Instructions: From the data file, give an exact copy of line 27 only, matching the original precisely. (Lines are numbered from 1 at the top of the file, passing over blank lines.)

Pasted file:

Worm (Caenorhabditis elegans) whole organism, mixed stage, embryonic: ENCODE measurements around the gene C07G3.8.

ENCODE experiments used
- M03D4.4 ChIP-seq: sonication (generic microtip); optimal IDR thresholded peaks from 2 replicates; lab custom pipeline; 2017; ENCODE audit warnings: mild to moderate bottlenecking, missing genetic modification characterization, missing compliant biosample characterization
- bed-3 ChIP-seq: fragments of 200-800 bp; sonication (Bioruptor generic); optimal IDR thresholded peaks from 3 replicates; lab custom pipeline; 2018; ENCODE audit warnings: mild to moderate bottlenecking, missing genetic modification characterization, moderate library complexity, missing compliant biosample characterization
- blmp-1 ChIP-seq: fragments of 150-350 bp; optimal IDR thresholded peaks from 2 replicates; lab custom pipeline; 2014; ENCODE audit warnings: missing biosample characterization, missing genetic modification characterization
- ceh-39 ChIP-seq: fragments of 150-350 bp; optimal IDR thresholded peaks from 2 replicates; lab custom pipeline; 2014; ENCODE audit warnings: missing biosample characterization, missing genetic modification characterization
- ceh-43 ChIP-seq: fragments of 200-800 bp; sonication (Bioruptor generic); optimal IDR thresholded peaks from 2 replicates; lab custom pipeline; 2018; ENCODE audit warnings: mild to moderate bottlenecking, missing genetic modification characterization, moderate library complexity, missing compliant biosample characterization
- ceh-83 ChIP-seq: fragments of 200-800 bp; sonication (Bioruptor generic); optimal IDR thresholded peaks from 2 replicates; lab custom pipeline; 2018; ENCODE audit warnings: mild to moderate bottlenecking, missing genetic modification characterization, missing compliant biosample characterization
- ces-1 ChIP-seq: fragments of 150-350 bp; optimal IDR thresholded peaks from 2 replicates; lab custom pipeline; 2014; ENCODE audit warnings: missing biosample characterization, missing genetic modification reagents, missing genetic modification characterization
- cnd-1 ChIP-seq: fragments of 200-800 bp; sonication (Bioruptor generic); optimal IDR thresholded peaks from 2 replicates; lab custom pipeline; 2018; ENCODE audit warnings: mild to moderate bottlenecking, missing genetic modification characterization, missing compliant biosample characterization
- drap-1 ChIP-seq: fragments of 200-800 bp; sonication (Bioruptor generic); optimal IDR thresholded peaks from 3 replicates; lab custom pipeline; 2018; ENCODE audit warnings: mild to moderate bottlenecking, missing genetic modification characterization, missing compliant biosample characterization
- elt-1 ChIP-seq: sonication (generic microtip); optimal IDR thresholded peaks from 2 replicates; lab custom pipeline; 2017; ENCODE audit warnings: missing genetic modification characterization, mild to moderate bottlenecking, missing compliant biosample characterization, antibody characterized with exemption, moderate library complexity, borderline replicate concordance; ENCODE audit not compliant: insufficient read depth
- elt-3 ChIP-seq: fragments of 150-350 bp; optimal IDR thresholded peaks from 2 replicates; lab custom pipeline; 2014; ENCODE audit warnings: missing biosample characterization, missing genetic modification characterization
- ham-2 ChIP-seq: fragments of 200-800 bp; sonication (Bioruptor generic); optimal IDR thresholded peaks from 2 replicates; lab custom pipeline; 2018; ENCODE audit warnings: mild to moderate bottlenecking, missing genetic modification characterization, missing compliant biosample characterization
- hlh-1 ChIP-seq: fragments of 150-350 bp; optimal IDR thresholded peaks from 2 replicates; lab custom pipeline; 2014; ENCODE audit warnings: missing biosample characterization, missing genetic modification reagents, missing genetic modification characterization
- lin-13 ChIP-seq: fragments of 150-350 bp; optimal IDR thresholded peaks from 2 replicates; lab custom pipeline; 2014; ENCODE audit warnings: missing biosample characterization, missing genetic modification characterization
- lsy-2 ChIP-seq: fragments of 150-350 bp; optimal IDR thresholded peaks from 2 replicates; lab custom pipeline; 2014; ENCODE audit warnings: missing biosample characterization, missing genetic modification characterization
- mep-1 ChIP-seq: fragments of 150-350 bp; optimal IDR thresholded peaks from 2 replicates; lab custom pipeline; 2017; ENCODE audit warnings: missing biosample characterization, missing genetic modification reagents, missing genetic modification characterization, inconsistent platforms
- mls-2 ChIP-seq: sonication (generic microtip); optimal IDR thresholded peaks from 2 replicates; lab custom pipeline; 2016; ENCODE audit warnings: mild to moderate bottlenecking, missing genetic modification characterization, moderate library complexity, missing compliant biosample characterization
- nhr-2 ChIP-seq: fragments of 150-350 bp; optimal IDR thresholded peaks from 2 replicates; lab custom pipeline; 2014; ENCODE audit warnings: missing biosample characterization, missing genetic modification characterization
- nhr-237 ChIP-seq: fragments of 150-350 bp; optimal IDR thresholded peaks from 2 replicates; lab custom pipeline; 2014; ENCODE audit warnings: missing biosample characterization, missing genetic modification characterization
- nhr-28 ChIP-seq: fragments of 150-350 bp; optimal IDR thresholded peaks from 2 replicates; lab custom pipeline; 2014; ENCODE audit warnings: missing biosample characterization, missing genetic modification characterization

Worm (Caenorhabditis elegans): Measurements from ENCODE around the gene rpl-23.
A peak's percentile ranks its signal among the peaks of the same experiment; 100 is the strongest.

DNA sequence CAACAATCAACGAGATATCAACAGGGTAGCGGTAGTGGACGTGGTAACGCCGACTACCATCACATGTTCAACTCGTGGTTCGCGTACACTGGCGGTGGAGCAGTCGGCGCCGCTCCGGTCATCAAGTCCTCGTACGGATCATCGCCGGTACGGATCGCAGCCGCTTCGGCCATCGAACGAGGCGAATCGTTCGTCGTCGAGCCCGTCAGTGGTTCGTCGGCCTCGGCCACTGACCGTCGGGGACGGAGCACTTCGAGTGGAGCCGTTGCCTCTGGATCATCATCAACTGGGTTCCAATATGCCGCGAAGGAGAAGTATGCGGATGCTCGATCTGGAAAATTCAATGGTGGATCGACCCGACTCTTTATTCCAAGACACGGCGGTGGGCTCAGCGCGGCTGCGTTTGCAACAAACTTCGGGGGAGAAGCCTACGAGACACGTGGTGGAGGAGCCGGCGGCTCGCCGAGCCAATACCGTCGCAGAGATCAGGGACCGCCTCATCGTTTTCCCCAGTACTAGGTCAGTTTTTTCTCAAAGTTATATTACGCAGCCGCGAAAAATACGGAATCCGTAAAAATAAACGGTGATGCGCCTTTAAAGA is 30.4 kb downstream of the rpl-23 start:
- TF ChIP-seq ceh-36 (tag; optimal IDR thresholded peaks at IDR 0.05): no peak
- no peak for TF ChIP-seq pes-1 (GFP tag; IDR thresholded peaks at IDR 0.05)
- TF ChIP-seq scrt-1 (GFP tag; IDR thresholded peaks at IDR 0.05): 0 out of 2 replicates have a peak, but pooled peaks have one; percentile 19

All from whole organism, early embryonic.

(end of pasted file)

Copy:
- no peak for TF ChIP-seq pes-1 (GFP tag; IDR thresholded peaks at IDR 0.05)